Jill Magid. Rhinestoning Headquarters (System Azure). Public performance and permanent installation. Rhinestone encrusted surveillance cameras, posters. Police Headquarters, Amsterdam. 2002
They say an average Londoner is caught on camera 300 times a day. Just one of those things in of our lives that we fail to notice—or rather, try not to think of. That is, until someone helps us with that. In her 2002–03 project, System Azure, New York–based artist Jill Magid, then in the Rijksakademie program, decorated surveillance cameras in Amsterdam with colorful rhinestones. What she presented to the police as a public relations initiative was actually part of the artist’s appropriation of surveillance technology to become part of her practice: For example, she wore shoes outfitted with surveillance cameras; in a performance in an MIT lobby (where Magid was a student) she held a small camera that was connected to the monitor at the building’s entrance and shifted it across her body, under her clothes, examining her body and the architecture around it through the openings in her clothes.
Jill Magid. Bring Back the Glam. Silkscreened poster. 93.6 x 66.2 in. 2002.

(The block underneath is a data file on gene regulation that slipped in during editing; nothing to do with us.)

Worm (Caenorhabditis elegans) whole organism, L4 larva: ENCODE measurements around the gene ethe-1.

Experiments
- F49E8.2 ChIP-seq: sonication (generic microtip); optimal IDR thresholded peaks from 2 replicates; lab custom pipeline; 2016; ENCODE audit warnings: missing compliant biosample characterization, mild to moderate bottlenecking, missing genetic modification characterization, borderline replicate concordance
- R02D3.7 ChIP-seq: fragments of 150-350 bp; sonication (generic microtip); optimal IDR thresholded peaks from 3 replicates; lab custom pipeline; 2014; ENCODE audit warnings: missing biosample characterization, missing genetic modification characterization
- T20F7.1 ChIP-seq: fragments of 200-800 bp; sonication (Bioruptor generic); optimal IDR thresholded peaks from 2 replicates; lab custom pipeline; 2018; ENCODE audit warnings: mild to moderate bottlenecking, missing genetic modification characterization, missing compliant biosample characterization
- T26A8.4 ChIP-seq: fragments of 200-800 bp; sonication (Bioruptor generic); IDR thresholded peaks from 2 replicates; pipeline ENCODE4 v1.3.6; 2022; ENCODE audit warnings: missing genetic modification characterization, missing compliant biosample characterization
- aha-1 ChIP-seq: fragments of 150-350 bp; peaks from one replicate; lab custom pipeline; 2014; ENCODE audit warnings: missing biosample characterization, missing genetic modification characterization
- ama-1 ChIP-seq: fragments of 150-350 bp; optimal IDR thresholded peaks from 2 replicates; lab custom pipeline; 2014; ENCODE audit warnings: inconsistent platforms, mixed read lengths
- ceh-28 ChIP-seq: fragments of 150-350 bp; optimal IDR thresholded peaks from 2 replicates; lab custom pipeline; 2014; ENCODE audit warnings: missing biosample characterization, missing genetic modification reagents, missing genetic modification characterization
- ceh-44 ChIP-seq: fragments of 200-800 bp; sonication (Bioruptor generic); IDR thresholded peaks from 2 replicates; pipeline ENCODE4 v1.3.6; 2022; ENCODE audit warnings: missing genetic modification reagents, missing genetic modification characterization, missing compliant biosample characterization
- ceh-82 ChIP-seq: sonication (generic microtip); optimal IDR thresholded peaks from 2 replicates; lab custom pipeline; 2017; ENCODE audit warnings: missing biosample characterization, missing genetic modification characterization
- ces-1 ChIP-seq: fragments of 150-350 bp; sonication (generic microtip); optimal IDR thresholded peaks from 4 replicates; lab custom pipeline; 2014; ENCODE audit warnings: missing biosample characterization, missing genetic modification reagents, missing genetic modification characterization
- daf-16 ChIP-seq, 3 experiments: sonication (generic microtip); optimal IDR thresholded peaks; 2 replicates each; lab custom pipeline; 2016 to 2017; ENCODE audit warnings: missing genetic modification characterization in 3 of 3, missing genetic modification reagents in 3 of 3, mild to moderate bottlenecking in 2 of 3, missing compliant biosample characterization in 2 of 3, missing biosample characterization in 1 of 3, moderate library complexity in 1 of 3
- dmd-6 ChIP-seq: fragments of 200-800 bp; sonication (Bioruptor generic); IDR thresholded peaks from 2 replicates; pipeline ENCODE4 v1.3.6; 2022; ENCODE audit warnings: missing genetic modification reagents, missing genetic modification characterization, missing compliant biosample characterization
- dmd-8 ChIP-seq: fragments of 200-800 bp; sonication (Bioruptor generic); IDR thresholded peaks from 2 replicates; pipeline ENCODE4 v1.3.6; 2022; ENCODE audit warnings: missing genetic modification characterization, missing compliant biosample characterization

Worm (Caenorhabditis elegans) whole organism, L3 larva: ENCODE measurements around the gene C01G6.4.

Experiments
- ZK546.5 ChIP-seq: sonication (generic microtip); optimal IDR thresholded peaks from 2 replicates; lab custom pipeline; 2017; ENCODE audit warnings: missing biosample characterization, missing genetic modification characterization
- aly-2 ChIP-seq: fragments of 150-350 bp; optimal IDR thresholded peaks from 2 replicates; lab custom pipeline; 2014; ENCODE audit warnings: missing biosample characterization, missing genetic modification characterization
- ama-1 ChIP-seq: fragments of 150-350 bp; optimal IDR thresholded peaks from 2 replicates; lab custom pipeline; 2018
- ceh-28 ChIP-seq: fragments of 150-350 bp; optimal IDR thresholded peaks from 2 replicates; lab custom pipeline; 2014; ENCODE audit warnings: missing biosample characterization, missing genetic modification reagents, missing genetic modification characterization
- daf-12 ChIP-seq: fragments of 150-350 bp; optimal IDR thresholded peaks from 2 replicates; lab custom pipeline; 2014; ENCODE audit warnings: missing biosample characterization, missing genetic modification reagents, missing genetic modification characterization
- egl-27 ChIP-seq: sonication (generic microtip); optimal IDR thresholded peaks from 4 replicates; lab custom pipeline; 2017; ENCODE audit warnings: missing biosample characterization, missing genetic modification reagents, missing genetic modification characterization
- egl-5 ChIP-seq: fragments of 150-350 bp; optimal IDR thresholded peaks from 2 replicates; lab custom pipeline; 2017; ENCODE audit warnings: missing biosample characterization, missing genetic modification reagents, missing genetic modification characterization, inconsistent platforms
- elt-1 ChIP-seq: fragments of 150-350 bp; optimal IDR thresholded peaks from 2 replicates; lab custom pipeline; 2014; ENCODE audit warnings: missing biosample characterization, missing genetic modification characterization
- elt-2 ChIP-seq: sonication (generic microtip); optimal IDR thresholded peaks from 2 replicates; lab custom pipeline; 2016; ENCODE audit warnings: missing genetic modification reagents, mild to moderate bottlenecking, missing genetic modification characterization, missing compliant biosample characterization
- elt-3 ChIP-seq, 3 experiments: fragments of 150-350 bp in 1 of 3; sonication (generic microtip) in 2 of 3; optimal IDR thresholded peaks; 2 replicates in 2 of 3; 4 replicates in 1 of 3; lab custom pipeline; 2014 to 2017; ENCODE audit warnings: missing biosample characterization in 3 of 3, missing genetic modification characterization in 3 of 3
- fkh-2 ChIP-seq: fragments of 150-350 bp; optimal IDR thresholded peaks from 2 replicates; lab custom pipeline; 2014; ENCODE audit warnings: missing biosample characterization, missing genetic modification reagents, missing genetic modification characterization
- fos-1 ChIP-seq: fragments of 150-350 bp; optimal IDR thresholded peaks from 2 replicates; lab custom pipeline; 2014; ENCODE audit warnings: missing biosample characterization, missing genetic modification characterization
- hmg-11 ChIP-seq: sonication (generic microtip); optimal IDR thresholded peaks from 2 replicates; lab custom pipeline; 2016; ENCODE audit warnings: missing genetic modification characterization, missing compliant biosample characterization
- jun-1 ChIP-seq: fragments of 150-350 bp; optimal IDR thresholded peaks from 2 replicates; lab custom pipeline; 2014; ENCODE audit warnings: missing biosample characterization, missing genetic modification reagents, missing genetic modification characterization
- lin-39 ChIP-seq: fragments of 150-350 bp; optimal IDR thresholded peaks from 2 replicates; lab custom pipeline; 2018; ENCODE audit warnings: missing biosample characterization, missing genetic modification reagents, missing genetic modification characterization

The stores in the street I live on in Brooklyn have a way to shame the people stealing from them. As you stroll down the avenue, most of the stores have surveillance-camera images pasted onto their windows, usually with the word SHOPLIFTER marked above the person’s head. Sometimes they’ll tell you what they stole. A bad vinyl from the hip record store, a cheap necklace at the jeweler’s, a 5-hour energy drink at the deli. The inclusion of a date and time on these notes makes them into complete stories, and it is the narrative that is contained in the surveillance camera that always interests me: Who buys a 5-hour energy drink at 11 AM?
Jill Magid. Failed States. Installation view at Honor Fraser, LA. 2012. Photo credit Joshua White. 1993 Mercedes station wagon, armored to B4 Level, plus sound. 2012
The stuff of surveillance camera storytelling—an enclosed narrative, immediacy, photodocumentation—are the things that carry over throughout Magid’s work. It ties her books and writing practice with the earlier works seamlessly: because they are all about observation of events and telling stories of those events. It looks into what we see, what it means to see it, and how we document it. Take Failed States, one of Magid’s most recent projects, as an example. In 2010, while she was in Austin, Magid witnessed a young man named Fausto Cardenas shoot six bullets into the air in front of the Texas state capitol. (His motivation remains unknown.) From that incident, the artist embarked on a research project into bureaucracy, the idea of being a witness, and the futility of actions. Taking many forms—a novella, an installation, a video—Failed States is a body of work that puzzles together to form a narrative, in which what is missing from the story is just as interesting as what’s included. It’s almost a victory over documentation.